Princeton Mayor Liz Lempert will recuse herself from the town’s upcoming discussions with the University regarding the amount it will contribute to the town’s budget in the coming year.
Lempert, whose husband is a University professor, explained at a town council meeting Tuesday evening that the question of her potential conflict of interest had become too great of a distraction.
“I felt that my participation and excitement to participate had become so much of the focus,” Lempert said in an interview. “I felt like, if there was all this distraction around me, it was not helping.”
The University, which is not required to pay property taxes on most of its land, makes a voluntary payment-in-lieu-of-taxes contribution to the town every year. Last year its contribution was $2.475 million.
Councilwoman Jo Butler, who has in the past called for Lempert to recuse herself, said she was surprised by Lempert’s change of mind.
“It was clear that it was a very difficult decision for Mayor Lempert,” Butler said. “She’d been clear through the process that she thought that she was not conflicted and that she should be at the table.”
Butler added that she thought the decision would eliminate the possibility that the town would be threatened with litigation over her participation.
Edwin Schmierer,the town attorney, had given an opinion in August saying the mayor’s marriage did not constitute a conflict of interest under the state local government ethics law.
Councilwoman Heather Howard, who teaches at the University’s Wilson School, confirmed she will also recuse herself from the discussions, as she has in previous years, in keeping with recommendations by Schmierer.
Town and University officials will begin negotiations in mid-November to determine the amount to be contributed to the 2014 budget. Town Council President Bernard Miller will lead the community representation, along with Councilman Patrick Simon and Town Administrator Robert Bruschi, according to Butler.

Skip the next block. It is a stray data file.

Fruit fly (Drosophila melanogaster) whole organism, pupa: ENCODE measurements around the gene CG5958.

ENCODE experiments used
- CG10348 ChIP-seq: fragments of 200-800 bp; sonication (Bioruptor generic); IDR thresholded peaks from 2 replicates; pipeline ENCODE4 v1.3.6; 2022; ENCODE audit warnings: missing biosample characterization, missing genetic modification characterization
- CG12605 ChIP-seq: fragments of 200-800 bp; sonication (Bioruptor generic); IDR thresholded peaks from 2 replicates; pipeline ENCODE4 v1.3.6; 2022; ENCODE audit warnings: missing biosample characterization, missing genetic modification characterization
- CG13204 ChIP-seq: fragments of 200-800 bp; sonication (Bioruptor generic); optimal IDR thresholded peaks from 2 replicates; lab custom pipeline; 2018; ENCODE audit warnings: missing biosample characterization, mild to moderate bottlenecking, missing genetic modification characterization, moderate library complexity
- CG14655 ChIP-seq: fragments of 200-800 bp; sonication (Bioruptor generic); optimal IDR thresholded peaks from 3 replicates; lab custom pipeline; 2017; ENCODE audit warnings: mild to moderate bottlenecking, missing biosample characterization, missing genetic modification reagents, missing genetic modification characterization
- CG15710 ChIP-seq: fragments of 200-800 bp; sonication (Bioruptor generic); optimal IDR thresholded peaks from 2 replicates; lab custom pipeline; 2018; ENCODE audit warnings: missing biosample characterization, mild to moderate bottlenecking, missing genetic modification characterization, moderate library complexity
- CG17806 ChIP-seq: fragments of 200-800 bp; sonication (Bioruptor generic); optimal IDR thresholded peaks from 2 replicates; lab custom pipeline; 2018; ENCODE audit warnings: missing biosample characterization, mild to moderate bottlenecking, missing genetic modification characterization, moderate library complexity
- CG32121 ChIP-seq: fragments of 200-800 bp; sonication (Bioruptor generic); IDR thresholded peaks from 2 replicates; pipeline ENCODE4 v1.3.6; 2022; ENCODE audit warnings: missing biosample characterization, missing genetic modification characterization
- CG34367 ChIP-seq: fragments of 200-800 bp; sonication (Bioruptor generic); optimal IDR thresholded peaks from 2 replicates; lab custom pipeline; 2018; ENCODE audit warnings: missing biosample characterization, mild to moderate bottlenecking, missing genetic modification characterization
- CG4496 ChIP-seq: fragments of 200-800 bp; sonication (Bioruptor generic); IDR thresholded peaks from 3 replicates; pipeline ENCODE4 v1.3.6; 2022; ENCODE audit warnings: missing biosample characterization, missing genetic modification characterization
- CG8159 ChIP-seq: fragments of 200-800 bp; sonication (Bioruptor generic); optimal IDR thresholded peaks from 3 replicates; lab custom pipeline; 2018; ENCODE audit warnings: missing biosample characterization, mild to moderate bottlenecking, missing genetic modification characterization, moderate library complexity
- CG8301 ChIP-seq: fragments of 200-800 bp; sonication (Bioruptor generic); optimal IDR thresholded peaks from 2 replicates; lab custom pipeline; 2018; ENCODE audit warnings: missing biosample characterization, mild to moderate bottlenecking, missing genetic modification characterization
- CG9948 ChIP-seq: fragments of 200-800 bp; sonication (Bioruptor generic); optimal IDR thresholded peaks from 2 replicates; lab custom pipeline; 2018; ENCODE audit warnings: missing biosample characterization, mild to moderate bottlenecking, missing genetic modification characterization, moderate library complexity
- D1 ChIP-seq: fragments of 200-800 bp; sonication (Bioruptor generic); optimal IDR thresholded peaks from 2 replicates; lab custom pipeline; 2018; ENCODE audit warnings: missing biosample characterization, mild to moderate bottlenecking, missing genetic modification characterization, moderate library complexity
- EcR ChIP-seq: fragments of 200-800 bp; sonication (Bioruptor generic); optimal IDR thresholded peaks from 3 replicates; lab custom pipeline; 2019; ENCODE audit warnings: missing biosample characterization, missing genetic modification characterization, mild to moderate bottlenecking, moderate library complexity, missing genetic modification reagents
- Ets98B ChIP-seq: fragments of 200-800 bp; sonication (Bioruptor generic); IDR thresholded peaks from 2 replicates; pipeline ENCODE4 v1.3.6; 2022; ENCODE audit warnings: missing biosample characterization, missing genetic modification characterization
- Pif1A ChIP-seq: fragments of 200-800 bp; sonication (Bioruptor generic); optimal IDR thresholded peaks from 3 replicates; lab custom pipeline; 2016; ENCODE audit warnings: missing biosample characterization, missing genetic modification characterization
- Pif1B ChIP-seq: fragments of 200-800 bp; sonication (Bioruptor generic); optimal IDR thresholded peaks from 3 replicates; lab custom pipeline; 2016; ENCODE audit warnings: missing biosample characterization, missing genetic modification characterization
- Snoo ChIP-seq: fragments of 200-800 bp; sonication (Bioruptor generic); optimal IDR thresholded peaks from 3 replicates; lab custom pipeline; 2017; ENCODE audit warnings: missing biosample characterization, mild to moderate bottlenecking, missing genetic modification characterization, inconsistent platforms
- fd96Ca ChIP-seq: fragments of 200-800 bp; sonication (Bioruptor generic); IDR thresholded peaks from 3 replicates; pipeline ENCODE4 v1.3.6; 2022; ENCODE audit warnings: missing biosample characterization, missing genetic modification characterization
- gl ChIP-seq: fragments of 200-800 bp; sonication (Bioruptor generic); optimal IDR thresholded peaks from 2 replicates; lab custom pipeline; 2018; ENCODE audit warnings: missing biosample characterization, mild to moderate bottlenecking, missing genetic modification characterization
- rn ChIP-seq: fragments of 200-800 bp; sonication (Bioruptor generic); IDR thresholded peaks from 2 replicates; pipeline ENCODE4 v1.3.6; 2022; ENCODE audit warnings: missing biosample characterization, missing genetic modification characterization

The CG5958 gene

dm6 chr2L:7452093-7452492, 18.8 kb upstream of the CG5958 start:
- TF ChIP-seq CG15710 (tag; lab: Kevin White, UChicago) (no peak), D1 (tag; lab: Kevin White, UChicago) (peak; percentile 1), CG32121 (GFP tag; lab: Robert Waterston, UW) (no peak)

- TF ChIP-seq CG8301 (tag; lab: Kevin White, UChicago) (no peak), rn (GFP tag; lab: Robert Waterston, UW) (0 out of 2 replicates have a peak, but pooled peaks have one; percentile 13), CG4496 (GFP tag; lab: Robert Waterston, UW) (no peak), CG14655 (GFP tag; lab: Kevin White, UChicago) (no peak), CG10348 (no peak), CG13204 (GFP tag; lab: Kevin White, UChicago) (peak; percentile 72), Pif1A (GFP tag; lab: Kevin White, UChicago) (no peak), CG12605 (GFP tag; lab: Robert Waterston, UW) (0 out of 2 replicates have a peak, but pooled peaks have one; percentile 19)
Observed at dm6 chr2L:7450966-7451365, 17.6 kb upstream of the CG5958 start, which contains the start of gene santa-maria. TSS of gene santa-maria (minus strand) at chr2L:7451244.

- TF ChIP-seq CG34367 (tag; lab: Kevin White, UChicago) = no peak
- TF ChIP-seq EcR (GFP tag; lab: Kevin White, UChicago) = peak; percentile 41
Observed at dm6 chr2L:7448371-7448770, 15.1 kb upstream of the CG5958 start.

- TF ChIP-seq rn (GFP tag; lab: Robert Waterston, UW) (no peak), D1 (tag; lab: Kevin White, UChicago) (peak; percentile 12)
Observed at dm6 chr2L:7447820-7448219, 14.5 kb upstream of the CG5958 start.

University President Christopher Eisgruber ’83 and Provost David Lee ’99will be involved in the University’s internal preparations for the talks, while the school’s negotiating team will be led by University Vice President and Secretary Robert Durkee ’69 and Community and Regional Affairs Director Kristin Appelget, Durkee confirmed.
Both parties have expressed interest in reaching an agreement that would set the amount of the PILOT for the next several years, as they have done in the past. Town officials have indicated interest in setting an agreement covering three to five years.
“I think it’s in the interest of both the University and the municipality to have a multi-year agreement. I’m sure we’ll have a conversation about how many years make sense,” Durkee said. He added that he hopes to conclude PILOT discussions before the end of the year.
Lempert, who became the first mayor of the consolidated Princeton with the merging of the Borough and Township in January 2013, said she looked forward to working with Eisgruber’s administration in future years.
“This is only one piece of our relationship with the University, and I’m certainly not stepping away from other aspects of our relationship with the University,” Lempert said, explaining that she will treat every question related to the University on a case-by-case basis.
Although PILOT contributions are not unusual for institutions like the University, Princeton’s payment has become the focus of litigation recently, as it became involved in the town discussions over granting the University the legal permissions needed to construct the Arts and Transit Neighborhood currently undergoing development. One of several lawsuits currently challenging the University’s decision to move the Dinky station to make way for the development alleges that the University offered the PILOT as monetary payment in exchange for the project’s zoning approval.